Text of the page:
Minutiæ



Reconciliation1.70

In Print

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After a thor­ough read­ing of Upton Sinclair’s con­fus­ing­ly pop­u­lar The Jun­gle, you may well end up think­ing the very same thing I, Franklin Earnest Armour, did while sip­ping café au lait in our Hyde Park arbore­tum last Sat­ur­day: What? Dig­ging through the chap­ters, it is abun­dant­ly clear that Sinclair’s Social­ist agen­da is noth­ing more than vocal praise for a lazy immi­grant major­i­ty.

At least that is what my father says. I don’t quite under­stand it.

As the sole heir to the Armour Meats empire, it is my duty to spend sev­er­al hours a month learn­ing about the fam­i­ly busi­ness, which I like because I get can­dies. Often­times, there are these befud­dling unions or women’s rights groups say­ing mean things about my fam­i­ly. In most cas­es, noth­ing more is need­ed in this civ­i­lized Chica­go soci­ety than to pen off a nasty mis­sive. As for Upton Sin­clair, my father says that man is sim­ply a  “pseu­do-jour­nal­ist cad.” He’s always telling me to stiff­en up, my father, but with entire rooms in our Lake Michi­gan man­sion ded­i­cat­ed to exot­ic feath­er pil­lows, I would rather lie down. For his sake, and the sake of Armour Meats and their fine line of Meat and Meat-Lite prod­ucts, I shall try.

The Jun­gle fol­lows the per­plex­ing life of Jur­gis Rud­kus, a “Lithuan­ian” immi­grant who earns gain­ful employ­ment at one of Chicago’s pre­mière meat pack­ing plants. Despite a fair wage and all the suet trim­mings he could hope to pil­fer, Rud­kus finds him­self shamed out of a job while his dirty chil­dren run ram­pant in the streets, hawk­ing papers. At one point, a half-crazed nou­veau riche man unthink­ably gives Rud­kus car­riage fare — a $100 bill! — but the poor man man­ages to lose it, his wife and his chil­dren all with­in about thir­ty pages. How gauche.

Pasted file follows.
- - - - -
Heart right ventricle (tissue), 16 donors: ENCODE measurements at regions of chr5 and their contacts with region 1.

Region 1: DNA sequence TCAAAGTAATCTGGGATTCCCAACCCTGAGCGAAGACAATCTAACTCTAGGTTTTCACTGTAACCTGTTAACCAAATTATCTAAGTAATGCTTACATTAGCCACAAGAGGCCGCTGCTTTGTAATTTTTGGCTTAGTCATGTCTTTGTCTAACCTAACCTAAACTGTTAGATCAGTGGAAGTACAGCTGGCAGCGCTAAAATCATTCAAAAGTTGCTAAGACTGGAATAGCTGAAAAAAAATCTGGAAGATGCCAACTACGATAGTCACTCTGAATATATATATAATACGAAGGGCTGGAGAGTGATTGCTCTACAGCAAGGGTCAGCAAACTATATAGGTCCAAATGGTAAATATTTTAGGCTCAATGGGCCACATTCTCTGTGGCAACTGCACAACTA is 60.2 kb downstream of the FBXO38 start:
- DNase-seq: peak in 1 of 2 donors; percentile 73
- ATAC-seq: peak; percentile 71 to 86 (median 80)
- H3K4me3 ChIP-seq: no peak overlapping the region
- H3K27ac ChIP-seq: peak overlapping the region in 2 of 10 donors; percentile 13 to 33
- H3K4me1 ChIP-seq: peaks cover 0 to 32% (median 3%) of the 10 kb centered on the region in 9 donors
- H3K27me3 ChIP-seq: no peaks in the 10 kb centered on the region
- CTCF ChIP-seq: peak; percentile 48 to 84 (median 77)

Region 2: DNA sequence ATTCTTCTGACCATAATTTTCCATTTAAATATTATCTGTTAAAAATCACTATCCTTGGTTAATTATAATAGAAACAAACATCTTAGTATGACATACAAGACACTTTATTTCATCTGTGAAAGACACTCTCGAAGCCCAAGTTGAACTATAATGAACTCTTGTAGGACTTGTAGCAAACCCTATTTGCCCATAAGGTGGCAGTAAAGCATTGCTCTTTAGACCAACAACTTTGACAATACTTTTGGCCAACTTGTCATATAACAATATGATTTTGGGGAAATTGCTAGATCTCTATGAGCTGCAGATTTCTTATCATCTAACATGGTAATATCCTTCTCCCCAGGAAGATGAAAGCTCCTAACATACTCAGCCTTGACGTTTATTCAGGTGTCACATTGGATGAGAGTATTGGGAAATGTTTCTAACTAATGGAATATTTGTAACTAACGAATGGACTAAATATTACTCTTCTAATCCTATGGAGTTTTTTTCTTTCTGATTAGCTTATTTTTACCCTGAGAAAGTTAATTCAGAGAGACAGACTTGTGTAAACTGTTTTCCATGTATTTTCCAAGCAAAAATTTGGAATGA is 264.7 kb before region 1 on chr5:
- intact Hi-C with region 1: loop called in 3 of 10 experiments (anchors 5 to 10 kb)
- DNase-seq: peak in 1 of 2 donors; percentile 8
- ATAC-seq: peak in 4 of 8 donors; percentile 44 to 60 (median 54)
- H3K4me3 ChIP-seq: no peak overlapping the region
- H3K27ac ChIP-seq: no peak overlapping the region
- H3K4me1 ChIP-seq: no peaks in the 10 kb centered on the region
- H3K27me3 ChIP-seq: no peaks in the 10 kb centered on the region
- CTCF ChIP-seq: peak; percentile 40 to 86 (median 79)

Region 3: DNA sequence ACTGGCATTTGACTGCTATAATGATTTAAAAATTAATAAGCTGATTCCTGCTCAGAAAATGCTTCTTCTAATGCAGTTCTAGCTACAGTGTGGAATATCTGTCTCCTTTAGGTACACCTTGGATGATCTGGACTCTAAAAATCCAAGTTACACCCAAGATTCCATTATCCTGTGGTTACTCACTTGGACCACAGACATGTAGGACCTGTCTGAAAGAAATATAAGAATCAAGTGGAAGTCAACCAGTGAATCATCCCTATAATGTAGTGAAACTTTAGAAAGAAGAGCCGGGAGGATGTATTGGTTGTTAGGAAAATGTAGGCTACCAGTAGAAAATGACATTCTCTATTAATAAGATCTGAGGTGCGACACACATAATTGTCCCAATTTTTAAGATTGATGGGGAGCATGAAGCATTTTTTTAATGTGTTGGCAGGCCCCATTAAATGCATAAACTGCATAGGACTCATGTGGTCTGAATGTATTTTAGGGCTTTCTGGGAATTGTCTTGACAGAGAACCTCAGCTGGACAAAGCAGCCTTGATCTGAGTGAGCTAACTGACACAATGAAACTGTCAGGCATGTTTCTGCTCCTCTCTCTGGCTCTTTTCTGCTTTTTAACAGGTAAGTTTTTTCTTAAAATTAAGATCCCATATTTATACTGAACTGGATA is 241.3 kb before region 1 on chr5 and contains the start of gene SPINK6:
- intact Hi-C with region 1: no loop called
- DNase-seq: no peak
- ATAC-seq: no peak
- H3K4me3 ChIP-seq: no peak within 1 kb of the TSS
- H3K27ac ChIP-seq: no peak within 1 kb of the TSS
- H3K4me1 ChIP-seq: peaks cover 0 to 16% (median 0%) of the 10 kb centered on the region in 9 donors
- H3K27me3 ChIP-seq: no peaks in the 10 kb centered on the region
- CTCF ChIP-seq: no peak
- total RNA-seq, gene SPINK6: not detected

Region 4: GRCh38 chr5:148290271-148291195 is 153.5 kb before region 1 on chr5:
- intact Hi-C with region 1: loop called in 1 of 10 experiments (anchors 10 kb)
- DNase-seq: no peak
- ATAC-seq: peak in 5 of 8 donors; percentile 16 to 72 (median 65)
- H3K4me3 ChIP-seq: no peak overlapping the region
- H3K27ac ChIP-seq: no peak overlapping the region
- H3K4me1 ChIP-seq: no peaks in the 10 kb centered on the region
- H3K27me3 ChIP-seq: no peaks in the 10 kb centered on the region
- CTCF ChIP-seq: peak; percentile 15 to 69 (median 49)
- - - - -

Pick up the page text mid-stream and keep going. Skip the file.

Accord­ing to my father, the ani­mal byprod­uct mag­nate Philip Dan­forth Armour, Rud­kus’ tale of los­ing every­thing — despite the con­tin­ued hand­outs giv­en to him — is a fright­en­ing­ly com­mon affair. Most immi­grant men can­not help them­selves but to drown in the ”˜fire water’, or man­age to work them­selves so slow­ly that they fall asleep while on the fac­to­ry floor. Many men have indeed tum­bled into ren­der­ing vats, but due only to their sleepi­ness and gen­er­al pro­cliv­i­ties to want too much, too fast. Each man is giv­en a ration of pork ren­der­ing for his dai­ly sup, yet every year a glut of boat rats (my father’s nick­name for the immi­grants) find their way into the bot­tom of a bub­bling caul­dron of pork after-parts. Gauche indeed!

What Sin­clair fails to men­tion in any of the wordy pages of The Jun­gle is the plight of the pack­ing baron. Where­as the aver­age immi­grant must only pro­vide for six­teen or sev­en­teen chil­dren, a sin­gle wealthy busi­ness own­er like my father spends count­less pen­nies a day hav­ing men shine his shoes, hold spit­toons and act as man-bridges over pud­dles of excre­ment. It’s no easy feat to be a father to the city of Chica­go, Papa Armour is quick to remind. I weep think­ing of my poor father spend­ing a sin­gle dime to keep anoth­er immi­grant employed for three weeks. If only the low­er class­es would choose to make more mon­ey!

While I fail to see what all the ”˜fuss’ is about con­cern­ing Upton Sinclair’s imag­i­na­tive work The Jun­gle, it has caused a bit of a stir in local pol­i­tics. I know because future May­or Busse came to din­ner last night! He is a bois­ter­ous man who enjoys brandy. Indeed, soci­ety may be chang­ing (We recent­ly have been hav­ing much fun with our new Vic­tro­la!), but one thing will almost cer­tain­ly remain clear: this book is absolute, untrust­wor­thy sen­sa­tion­al­ist rub­bish. Just ask my father.  ♦